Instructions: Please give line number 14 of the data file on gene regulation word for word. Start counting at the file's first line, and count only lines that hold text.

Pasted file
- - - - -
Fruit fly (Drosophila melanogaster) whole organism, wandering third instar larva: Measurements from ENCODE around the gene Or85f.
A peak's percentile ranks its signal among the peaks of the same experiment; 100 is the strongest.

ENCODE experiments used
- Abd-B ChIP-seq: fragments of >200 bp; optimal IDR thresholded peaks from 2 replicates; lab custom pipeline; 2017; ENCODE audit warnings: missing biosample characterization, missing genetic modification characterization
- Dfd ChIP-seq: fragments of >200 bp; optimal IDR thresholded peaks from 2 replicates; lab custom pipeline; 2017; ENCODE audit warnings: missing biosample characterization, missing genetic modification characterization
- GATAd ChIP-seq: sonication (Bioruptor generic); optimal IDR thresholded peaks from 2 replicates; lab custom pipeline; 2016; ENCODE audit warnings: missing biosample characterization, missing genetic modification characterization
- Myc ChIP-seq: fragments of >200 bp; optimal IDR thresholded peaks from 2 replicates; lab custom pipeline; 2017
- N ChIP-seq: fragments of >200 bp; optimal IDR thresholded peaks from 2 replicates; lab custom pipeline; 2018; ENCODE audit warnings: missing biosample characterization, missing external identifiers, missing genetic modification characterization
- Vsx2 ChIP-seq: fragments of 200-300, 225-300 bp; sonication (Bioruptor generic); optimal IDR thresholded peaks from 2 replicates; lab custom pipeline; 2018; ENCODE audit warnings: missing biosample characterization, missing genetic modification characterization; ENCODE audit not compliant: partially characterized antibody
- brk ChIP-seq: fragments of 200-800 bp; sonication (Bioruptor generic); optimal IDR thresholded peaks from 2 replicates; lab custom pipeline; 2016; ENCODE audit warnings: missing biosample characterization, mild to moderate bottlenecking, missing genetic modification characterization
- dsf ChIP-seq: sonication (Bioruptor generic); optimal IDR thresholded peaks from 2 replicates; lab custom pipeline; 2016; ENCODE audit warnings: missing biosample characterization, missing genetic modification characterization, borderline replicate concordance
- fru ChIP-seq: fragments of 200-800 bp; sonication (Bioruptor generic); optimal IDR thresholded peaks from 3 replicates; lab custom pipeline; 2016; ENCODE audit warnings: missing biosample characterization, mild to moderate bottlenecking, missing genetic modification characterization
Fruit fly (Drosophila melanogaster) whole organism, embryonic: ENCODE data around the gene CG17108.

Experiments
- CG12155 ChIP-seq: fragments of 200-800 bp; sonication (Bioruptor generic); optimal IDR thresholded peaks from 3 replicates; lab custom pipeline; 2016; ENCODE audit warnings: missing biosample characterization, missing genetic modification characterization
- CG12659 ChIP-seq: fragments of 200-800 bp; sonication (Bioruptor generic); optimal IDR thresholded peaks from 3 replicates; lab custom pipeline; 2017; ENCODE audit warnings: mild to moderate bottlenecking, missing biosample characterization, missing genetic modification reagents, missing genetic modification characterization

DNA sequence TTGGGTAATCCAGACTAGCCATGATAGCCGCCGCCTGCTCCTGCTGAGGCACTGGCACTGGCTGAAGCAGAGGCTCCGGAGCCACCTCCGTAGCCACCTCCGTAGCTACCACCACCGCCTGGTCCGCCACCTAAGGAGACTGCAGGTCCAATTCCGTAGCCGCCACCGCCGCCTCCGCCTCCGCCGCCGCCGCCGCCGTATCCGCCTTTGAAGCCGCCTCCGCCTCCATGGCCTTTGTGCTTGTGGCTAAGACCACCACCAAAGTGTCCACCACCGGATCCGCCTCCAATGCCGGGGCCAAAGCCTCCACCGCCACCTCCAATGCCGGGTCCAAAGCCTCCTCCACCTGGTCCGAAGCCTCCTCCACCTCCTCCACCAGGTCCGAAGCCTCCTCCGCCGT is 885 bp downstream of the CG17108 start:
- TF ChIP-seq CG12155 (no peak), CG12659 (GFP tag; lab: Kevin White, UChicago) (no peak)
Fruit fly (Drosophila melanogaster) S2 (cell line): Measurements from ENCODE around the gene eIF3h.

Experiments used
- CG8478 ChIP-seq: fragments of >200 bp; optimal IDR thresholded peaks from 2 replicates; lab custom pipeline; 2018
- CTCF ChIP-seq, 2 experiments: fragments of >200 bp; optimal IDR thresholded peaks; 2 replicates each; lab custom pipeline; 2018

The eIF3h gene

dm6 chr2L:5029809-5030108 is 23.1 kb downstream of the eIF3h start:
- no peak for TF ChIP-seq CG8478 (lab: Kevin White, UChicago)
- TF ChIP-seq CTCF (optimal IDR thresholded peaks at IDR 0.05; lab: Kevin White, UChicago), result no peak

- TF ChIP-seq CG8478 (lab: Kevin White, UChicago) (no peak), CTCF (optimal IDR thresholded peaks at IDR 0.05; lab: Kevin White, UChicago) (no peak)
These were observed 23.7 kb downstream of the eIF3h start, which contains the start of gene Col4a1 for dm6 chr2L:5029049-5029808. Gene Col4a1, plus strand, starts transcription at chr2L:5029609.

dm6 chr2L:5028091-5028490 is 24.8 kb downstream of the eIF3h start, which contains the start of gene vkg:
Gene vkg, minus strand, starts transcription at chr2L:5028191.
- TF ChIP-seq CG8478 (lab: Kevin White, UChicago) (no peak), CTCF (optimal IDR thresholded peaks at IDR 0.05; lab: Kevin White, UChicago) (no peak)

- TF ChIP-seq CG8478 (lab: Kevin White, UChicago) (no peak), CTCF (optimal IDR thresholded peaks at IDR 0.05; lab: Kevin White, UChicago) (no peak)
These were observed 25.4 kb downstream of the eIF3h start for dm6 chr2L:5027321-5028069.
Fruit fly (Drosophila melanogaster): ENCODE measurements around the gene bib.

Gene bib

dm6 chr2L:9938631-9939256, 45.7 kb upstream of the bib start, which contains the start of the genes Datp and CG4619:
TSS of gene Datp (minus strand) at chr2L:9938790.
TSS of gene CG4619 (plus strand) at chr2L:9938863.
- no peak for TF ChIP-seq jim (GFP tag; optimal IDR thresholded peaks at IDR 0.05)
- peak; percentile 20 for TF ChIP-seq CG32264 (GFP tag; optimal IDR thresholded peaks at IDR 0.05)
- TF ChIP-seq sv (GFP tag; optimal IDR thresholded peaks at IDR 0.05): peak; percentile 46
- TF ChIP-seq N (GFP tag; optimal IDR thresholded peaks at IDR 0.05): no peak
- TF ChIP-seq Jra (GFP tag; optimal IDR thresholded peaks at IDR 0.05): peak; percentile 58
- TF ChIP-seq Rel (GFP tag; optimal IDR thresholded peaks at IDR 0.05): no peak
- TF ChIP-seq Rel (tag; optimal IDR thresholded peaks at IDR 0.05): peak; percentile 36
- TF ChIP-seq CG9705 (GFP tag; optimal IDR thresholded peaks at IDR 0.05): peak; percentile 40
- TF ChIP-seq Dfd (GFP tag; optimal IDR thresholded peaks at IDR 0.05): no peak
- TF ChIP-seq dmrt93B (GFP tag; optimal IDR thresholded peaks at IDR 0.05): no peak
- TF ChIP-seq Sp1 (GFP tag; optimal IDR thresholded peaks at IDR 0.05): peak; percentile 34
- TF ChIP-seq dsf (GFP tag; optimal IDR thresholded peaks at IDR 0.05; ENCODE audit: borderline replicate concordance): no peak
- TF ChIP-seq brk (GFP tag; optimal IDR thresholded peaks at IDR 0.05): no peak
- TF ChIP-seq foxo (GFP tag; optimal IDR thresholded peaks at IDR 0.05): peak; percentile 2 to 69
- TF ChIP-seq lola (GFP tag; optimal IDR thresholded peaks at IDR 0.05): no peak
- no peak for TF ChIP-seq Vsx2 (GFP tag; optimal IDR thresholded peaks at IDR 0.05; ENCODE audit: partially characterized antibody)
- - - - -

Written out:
Experiments